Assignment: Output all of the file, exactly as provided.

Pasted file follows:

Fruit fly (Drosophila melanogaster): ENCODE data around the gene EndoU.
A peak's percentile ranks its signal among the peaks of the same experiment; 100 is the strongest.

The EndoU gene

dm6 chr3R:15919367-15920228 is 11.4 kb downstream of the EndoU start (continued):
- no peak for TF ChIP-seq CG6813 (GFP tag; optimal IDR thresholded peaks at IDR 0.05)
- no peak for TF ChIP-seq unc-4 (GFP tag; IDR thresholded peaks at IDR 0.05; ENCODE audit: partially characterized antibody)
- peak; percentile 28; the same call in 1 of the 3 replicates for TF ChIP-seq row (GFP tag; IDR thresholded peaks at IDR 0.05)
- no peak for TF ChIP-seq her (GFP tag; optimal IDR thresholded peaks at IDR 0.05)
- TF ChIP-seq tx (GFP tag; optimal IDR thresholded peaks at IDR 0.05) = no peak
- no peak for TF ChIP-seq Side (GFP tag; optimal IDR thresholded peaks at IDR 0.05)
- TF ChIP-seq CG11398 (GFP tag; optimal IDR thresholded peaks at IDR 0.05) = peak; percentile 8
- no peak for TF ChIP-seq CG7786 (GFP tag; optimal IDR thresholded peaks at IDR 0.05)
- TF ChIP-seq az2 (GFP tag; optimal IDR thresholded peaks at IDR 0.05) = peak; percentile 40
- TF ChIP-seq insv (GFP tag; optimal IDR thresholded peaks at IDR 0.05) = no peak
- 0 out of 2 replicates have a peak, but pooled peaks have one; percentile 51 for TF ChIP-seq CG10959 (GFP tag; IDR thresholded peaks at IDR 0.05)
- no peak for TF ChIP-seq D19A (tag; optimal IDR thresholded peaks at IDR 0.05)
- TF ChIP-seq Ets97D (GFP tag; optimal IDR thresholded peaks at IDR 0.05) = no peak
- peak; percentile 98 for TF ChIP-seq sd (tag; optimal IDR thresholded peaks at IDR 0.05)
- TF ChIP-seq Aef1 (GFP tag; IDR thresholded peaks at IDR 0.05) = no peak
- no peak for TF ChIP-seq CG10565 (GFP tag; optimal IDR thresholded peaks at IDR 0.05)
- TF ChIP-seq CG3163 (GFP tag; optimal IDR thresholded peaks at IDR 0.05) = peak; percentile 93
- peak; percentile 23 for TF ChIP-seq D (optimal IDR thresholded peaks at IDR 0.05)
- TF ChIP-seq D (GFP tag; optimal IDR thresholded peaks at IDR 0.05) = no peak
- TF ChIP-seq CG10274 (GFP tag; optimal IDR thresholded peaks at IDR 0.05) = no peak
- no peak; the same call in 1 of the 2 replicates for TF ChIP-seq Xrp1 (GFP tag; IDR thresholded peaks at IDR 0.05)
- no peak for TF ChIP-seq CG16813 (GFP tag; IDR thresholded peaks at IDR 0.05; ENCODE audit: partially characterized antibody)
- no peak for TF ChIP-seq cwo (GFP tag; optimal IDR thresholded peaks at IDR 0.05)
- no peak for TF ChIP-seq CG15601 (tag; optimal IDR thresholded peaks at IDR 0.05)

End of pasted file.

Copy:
Fruit fly (Drosophila melanogaster): ENCODE data around the gene EndoU.
A peak's percentile ranks its signal among the peaks of the same experiment; 100 is the strongest.

The EndoU gene

dm6 chr3R:15919367-15920228 is 11.4 kb downstream of the EndoU start (continued):
- no peak for TF ChIP-seq CG6813 (GFP tag; optimal IDR thresholded peaks at IDR 0.05)
- no peak for TF ChIP-seq unc-4 (GFP tag; IDR thresholded peaks at IDR 0.05; ENCODE audit: partially characterized antibody)
- peak; percentile 28; the same call in 1 of the 3 replicates for TF ChIP-seq row (GFP tag; IDR thresholded peaks at IDR 0.05)
- no peak for TF ChIP-seq her (GFP tag; optimal IDR thresholded peaks at IDR 0.05)
- TF ChIP-seq tx (GFP tag; optimal IDR thresholded peaks at IDR 0.05) = no peak
- no peak for TF ChIP-seq Side (GFP tag; optimal IDR thresholded peaks at IDR 0.05)
- TF ChIP-seq CG11398 (GFP tag; optimal IDR thresholded peaks at IDR 0.05) = peak; percentile 8
- no peak for TF ChIP-seq CG7786 (GFP tag; optimal IDR thresholded peaks at IDR 0.05)
- TF ChIP-seq az2 (GFP tag; optimal IDR thresholded peaks at IDR 0.05) = peak; percentile 40
- TF ChIP-seq insv (GFP tag; optimal IDR thresholded peaks at IDR 0.05) = no peak
- 0 out of 2 replicates have a peak, but pooled peaks have one; percentile 51 for TF ChIP-seq CG10959 (GFP tag; IDR thresholded peaks at IDR 0.05)
- no peak for TF ChIP-seq D19A (tag; optimal IDR thresholded peaks at IDR 0.05)
- TF ChIP-seq Ets97D (GFP tag; optimal IDR thresholded peaks at IDR 0.05) = no peak
- peak; percentile 98 for TF ChIP-seq sd (tag; optimal IDR thresholded peaks at IDR 0.05)
- TF ChIP-seq Aef1 (GFP tag; IDR thresholded peaks at IDR 0.05) = no peak
- no peak for TF ChIP-seq CG10565 (GFP tag; optimal IDR thresholded peaks at IDR 0.05)
- TF ChIP-seq CG3163 (GFP tag; optimal IDR thresholded peaks at IDR 0.05) = peak; percentile 93
- peak; percentile 23 for TF ChIP-seq D (optimal IDR thresholded peaks at IDR 0.05)
- TF ChIP-seq D (GFP tag; optimal IDR thresholded peaks at IDR 0.05) = no peak
- TF ChIP-seq CG10274 (GFP tag; optimal IDR thresholded peaks at IDR 0.05) = no peak
- no peak; the same call in 1 of the 2 replicates for TF ChIP-seq Xrp1 (GFP tag; IDR thresholded peaks at IDR 0.05)
- no peak for TF ChIP-seq CG16813 (GFP tag; IDR thresholded peaks at IDR 0.05; ENCODE audit: partially characterized antibody)
- no peak for TF ChIP-seq cwo (GFP tag; optimal IDR thresholded peaks at IDR 0.05)
- no peak for TF ChIP-seq CG15601 (tag; optimal IDR thresholded peaks at IDR 0.05)